As we can see, O’Brien made some kind of breakthrough early on in the season. His previous struggles go much further than this April, however. O’Brien was traded for the second time in his career by the Diamondbacks after scuffling between Triple-A and the Bigs. In 2017, O’Brien scuffled in abbreviated stints with four separate teams, before settling in for the better part of the season with the Dodgers’ Double-A Tulsa Drillers. With Tulsa, O’Brien milked a .465 SLG into a .340 wOBA, despite getting on base at a clip of just .297, and striking out in nearly half of his plate appearances.

O’Brien’s woes continued with the Dodgers this year, and this time, he couldn’t rely on the long ball to bail out his poor approach. He was again plagued by poor plate discipline, an attribute that he has been saddled by since 2016.

But upon coming to the Marlins, O’Brien clearly made a serious adjustment to his approach. In as many games in Double-A Jacksonville this year, O’Brien has struck out the fewest amount of times since he was in Triple-A Reno in 2015. His Double-A walk rate of 16.1% was the high watermark for any portion of a season in which he played more than 8 games. He maintained his approach in Triple-A, carrying over equally impressive BB and K ratios.

Now, although the walks have tapered off, O’Brien is still limiting his strikeouts—relatively speaking—to around 30%. Although FanGraphs lacks the technology to pitch track plate discipline in the minors, we can see that O’Brien’s swing tendencies are much improved from his last stint in the Major Leagues.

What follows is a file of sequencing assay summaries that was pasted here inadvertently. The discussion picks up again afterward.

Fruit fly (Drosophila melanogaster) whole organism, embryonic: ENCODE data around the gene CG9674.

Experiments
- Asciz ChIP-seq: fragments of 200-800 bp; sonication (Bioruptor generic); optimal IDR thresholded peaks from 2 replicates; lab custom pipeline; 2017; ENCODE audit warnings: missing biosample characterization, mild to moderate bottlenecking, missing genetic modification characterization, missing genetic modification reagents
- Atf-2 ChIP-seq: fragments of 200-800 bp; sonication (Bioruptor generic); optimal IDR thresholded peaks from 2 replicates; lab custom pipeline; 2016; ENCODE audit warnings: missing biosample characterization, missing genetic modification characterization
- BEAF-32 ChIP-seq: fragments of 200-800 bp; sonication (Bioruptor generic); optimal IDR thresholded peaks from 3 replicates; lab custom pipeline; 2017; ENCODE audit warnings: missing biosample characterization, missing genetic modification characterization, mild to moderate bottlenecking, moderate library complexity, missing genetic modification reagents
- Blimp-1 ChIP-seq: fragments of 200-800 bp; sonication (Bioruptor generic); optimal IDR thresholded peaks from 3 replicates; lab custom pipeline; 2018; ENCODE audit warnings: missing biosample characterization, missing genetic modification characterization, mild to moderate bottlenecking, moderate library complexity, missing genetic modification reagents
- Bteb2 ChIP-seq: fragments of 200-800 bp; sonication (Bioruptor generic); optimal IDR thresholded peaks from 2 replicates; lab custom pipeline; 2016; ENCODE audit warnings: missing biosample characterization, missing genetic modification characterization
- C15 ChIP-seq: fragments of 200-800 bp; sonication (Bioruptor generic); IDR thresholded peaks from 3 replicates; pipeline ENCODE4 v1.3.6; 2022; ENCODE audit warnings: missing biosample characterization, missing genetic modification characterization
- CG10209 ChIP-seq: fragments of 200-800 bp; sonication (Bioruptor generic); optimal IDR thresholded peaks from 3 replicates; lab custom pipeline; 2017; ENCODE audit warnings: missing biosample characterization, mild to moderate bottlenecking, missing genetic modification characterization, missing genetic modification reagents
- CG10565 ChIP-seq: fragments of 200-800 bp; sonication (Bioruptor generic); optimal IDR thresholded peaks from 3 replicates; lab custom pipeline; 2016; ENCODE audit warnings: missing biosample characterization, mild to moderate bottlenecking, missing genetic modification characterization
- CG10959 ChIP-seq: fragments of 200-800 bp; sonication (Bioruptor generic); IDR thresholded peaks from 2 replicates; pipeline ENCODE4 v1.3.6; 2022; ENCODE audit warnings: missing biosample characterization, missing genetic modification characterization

Peter O’Brien Swing Tendencies

Year Team Games PA Swing % O-Swing % Swinging Strike %
Year Team Games PA Swing % O-Swing % Swinging Strike %
2015 Diamondbacks 8 12 46.7% 35.7% 28.9%
2016 Diamondbacks 28 67 62.4% 45.8% 24.3%
2018 Marlins 19 60 46.5% 26.7% 13.6%
Fangraphs.com

Logically, his reward for increased patience at the dish has been higher on-base percentage and better overall hitting metrics. Sample size is all over the place, and probably too small to really make a judgment about whether he has made the necessary adjustments, but compared to his biggest sample in 2016—and judging off of his K and BB rates in the minors this year—O’Brien may have finally figured something out.

Now that O’Brien is seeing the ball better, we can talk about what he’s really good at: mashing the ever-loving taters out of the baseball. Since coming to the Marlins, he has seized the top spot on the leaderboards in all batted ball, power hitting metrics.

Peter O’Brien Swing Metrics

Player Barrel % Hard Hit % xwOBA Avg. EV
Player Barrel % Hard Hit % xwOBA Avg. EV
Peter O'Brien 14.70% 52.90% .394 91.2 MPH